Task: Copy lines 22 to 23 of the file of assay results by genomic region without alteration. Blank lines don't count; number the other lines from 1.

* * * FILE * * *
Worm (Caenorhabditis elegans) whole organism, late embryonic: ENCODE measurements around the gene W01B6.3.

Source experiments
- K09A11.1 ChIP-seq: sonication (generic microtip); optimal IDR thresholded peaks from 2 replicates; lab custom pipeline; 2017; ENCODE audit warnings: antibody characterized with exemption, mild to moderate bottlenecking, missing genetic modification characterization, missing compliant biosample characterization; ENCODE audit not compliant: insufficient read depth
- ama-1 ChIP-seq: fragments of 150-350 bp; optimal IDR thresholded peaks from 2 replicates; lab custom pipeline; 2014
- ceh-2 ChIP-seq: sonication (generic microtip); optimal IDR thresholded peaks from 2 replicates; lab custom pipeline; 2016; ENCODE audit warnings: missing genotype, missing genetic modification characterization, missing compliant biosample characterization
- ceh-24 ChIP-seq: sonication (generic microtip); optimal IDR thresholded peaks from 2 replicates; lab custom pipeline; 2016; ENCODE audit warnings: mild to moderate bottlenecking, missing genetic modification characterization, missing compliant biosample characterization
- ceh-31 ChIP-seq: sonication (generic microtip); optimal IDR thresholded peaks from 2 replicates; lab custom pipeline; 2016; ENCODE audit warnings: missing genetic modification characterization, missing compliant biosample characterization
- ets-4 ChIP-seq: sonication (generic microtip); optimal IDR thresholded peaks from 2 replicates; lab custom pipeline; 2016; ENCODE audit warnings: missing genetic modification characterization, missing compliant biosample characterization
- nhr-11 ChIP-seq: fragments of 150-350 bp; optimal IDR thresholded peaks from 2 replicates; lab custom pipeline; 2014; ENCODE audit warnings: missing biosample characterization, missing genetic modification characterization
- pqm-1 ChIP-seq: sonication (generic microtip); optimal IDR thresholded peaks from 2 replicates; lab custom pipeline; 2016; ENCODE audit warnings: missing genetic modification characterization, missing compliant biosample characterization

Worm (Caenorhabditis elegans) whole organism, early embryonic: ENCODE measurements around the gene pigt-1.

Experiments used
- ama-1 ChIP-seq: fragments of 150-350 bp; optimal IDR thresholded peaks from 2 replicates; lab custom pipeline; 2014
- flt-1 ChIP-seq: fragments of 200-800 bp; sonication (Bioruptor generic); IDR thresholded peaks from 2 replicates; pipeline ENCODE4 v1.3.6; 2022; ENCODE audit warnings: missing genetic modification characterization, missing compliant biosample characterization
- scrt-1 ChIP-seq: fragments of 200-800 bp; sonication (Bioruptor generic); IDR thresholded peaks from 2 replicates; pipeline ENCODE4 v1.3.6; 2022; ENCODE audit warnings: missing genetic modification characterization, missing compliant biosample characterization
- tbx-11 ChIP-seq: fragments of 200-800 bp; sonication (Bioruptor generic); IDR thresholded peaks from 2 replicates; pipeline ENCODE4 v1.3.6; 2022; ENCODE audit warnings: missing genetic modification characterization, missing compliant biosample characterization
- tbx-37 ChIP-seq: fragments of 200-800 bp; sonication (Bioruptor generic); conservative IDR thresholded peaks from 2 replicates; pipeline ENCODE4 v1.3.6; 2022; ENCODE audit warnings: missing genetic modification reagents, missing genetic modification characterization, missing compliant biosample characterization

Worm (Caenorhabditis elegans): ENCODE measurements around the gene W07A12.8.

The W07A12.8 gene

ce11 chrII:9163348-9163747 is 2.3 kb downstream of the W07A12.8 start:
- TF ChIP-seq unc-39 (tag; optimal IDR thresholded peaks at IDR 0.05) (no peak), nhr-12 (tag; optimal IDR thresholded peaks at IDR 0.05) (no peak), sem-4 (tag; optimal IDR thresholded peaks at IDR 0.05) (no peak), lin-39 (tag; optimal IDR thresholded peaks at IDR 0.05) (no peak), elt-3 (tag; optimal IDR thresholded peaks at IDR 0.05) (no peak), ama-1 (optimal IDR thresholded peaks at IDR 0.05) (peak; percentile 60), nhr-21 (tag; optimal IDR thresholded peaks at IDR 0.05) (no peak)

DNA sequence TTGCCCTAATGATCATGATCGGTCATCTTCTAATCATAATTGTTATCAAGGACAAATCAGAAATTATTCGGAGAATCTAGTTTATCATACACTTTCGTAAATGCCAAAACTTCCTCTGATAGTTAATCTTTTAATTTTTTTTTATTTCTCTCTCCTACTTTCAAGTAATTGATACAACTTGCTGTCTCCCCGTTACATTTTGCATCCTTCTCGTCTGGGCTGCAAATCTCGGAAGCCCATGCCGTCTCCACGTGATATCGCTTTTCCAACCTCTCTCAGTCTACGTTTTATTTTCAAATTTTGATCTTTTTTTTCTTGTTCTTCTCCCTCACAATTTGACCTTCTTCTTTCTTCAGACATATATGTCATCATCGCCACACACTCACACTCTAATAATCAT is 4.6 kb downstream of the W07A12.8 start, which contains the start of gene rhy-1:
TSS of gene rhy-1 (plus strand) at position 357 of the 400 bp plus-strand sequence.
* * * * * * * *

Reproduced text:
DNA sequence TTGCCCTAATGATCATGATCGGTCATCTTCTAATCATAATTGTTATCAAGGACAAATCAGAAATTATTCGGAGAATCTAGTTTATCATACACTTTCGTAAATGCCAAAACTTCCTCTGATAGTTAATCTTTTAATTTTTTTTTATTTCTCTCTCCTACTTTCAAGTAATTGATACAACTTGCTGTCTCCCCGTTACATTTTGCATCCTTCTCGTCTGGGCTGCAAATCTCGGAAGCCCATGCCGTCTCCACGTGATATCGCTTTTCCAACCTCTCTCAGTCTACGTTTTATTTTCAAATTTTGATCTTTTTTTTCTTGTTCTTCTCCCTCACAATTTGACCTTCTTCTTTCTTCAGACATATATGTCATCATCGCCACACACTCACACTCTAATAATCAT is 4.6 kb downstream of the W07A12.8 start, which contains the start of gene rhy-1:
TSS of gene rhy-1 (plus strand) at position 357 of the 400 bp plus-strand sequence.